Cap and trade auctions would channel $30 billion to $50 billion into public coffers annually, Obama estimates. He’d invest some of that in clean-energy research, efficient-use programs and subsidies for Americans’ risingenergy bills. He’d spread the largesse by funding a Clean Technologies Venture Fund and earmarking $150 billion over a decade to underwrite the green transition in the private sector.


Obama says his ‘overarching goal’ is ending U.S. reliance on Middle East and Venezuelan crude. Not much controversy there. Yet he’s not enamored of U.S. oil companies either. He backs a windfall profits tax, and his aide Jason Grumet has spoken critically about the wave of mergers that gave us modern Big Oil.

Obama has several strategies to loosen oil’s vise. He has backed corn ethanol but now emphasizes cellulosic fuels made from materials no one eats, such as wood chips and switchgrass. A speculative solution, certainly, but indications of support could give a boost to big DuPont & Co., little Bluefire Ethanol Fuels Inc. and Verenium Corp., as well as private firms such as Mascoma Corp. and Range Fuels.

He backs raising auto mileage standards 4% a year and would push to make all new vehicles flex-fuel-capable. Advanced battery technology is a priority in Obama’s plan, to make plug-in hybrids kings of the road. Potential beneficiaries: General Motors Corp., if its much-anticipated Volt makes it to market, and brainy battery makers like A123 Systems, which is competing for the Volt contract and plans an IPO this year.

To keep the technology and jobs in Detroit, the candidate would extend tax credits and loan guarantees to U.S. automakers for retooling. And to sweeten the deal for consumers -- think of the premium you have to cough up to purchase a Prius -- Obama favors a $7,000 tax credit per plug-in vehicle.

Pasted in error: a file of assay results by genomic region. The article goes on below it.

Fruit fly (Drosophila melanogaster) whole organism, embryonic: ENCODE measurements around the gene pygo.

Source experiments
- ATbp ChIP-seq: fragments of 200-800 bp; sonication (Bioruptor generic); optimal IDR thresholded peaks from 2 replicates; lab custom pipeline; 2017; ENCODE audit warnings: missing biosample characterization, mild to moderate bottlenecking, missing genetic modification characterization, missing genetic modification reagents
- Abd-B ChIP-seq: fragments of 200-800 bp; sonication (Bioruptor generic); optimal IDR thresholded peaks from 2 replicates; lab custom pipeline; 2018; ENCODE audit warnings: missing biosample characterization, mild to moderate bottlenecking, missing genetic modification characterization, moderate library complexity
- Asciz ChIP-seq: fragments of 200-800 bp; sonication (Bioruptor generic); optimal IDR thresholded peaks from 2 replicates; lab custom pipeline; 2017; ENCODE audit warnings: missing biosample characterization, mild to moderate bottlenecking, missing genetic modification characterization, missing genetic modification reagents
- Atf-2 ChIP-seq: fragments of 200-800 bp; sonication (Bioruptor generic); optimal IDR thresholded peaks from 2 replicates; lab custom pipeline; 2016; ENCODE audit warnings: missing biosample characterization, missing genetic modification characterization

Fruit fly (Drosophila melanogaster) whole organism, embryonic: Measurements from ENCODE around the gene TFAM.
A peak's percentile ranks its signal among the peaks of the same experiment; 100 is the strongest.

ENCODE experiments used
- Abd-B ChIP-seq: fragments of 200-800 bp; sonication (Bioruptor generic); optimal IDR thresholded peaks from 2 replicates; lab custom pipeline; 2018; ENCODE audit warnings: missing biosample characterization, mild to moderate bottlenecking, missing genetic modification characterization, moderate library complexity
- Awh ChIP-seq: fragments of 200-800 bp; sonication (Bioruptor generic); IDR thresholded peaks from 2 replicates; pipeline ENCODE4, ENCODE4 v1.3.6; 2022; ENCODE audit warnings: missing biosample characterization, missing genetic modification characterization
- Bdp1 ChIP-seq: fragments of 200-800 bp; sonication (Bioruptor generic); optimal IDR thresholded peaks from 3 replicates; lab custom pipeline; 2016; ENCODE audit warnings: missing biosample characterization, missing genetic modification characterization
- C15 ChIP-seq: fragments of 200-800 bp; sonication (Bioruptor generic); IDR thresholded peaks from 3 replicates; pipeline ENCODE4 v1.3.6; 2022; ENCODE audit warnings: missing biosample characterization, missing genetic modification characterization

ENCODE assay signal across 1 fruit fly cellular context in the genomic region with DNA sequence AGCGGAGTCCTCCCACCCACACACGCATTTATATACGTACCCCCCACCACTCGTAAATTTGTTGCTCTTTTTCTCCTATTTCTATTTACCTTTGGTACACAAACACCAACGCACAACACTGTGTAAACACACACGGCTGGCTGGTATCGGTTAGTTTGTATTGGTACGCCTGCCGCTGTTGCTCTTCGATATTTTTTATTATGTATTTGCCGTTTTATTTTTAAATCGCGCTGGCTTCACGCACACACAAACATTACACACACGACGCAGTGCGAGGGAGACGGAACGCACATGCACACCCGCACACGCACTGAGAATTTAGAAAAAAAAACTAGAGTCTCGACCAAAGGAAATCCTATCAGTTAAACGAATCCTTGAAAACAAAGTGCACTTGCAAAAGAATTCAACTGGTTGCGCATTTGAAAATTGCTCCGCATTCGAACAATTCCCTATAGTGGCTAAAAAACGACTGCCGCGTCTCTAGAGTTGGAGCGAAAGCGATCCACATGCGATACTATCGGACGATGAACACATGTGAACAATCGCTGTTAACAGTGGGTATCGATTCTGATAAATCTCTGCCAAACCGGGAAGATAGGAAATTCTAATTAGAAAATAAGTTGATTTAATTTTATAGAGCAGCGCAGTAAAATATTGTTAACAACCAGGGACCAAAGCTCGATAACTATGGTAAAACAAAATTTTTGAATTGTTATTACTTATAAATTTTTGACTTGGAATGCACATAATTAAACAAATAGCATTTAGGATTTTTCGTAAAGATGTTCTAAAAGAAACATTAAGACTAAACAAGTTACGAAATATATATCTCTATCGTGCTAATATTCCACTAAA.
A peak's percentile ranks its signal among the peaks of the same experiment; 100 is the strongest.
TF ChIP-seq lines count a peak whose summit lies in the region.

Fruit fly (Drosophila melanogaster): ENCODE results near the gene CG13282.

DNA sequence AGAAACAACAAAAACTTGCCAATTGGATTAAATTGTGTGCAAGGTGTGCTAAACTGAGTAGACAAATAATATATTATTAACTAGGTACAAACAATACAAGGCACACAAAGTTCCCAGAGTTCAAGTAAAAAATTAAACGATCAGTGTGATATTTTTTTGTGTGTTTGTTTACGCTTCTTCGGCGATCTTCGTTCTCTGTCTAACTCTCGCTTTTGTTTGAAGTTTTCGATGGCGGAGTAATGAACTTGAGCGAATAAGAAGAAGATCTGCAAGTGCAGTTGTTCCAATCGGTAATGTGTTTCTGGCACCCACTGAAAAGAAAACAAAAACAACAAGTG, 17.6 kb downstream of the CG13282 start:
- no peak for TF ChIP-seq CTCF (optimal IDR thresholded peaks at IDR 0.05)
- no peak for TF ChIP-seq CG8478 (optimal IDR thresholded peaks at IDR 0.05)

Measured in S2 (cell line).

Conservation may be the most effective way to loosen the hold of fossil fuels, and Obama knows it. One plank in his energy platform is a drive to weatherize homes. Another piece is more complex: using regulation to flip the logic of profitability for utilities. Instead of more consumption equating to bigger bottom lines, he wants to reward power sellers for husbanding their resources.

To that end, Obama has become a booster of the ‘smart grid,’ an electricity network that manages use while it brings renewables on line. With the right technology, for example, a utility could shift demand away from peak times and bring energy produced by customers into the pool. Rooftop solar owners, that means you.

Such an agenda might draw companies such as EnerNOC Inc. and Itron Inc. into the limelight. The former enables customers to get paid for conserving, and the latter automates meter reading. Up-and-coming architects of the smart grid include Gridpoint Inc., Silver Spring Networks and Trilliant Inc.

Think of Obama’s mutifaceted program as a manual for turning around a supertanker. It can’t be done hastily and changing course will make waves. But he’s betting that most Americans believe he’s pointing the ship in the right direction.

Top photo: Barack Obama. Frank Polich / Getty Images. Bottom photo: Workers on the Orion Altair natural gas rig in Edna, Texas. Eddie Seal / Bloomberg News